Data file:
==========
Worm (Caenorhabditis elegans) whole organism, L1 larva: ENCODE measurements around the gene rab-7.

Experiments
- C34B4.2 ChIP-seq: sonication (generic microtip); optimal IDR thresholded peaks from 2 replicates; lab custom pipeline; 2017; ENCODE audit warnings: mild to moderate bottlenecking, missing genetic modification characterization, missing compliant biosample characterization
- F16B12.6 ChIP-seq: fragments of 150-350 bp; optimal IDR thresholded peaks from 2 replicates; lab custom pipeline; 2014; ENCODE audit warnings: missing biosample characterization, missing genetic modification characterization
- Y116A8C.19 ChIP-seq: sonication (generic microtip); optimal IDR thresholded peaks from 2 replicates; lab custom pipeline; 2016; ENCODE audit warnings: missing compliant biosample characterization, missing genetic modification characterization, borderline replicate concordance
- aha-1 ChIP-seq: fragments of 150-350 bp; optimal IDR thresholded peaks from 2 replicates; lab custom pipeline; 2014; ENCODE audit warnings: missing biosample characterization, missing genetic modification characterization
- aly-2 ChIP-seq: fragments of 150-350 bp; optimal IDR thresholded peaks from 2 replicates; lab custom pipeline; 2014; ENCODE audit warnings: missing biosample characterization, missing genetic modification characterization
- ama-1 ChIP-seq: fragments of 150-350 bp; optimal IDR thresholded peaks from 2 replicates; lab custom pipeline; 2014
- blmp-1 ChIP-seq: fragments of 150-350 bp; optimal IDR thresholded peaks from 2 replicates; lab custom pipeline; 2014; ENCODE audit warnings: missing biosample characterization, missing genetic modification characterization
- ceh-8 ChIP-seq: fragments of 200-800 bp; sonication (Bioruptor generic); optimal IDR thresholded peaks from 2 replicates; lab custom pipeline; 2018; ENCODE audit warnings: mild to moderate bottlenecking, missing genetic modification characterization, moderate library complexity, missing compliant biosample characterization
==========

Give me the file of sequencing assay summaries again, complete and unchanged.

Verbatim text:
Worm (Caenorhabditis elegans) whole organism, L1 larva: ENCODE measurements around the gene rab-7.

Experiments
- C34B4.2 ChIP-seq: sonication (generic microtip); optimal IDR thresholded peaks from 2 replicates; lab custom pipeline; 2017; ENCODE audit warnings: mild to moderate bottlenecking, missing genetic modification characterization, missing compliant biosample characterization
- F16B12.6 ChIP-seq: fragments of 150-350 bp; optimal IDR thresholded peaks from 2 replicates; lab custom pipeline; 2014; ENCODE audit warnings: missing biosample characterization, missing genetic modification characterization
- Y116A8C.19 ChIP-seq: sonication (generic microtip); optimal IDR thresholded peaks from 2 replicates; lab custom pipeline; 2016; ENCODE audit warnings: missing compliant biosample characterization, missing genetic modification characterization, borderline replicate concordance
- aha-1 ChIP-seq: fragments of 150-350 bp; optimal IDR thresholded peaks from 2 replicates; lab custom pipeline; 2014; ENCODE audit warnings: missing biosample characterization, missing genetic modification characterization
- aly-2 ChIP-seq: fragments of 150-350 bp; optimal IDR thresholded peaks from 2 replicates; lab custom pipeline; 2014; ENCODE audit warnings: missing biosample characterization, missing genetic modification characterization
- ama-1 ChIP-seq: fragments of 150-350 bp; optimal IDR thresholded peaks from 2 replicates; lab custom pipeline; 2014
- blmp-1 ChIP-seq: fragments of 150-350 bp; optimal IDR thresholded peaks from 2 replicates; lab custom pipeline; 2014; ENCODE audit warnings: missing biosample characterization, missing genetic modification characterization
- ceh-8 ChIP-seq: fragments of 200-800 bp; sonication (Bioruptor generic); optimal IDR thresholded peaks from 2 replicates; lab custom pipeline; 2018; ENCODE audit warnings: mild to moderate bottlenecking, missing genetic modification characterization, moderate library complexity, missing compliant biosample characterization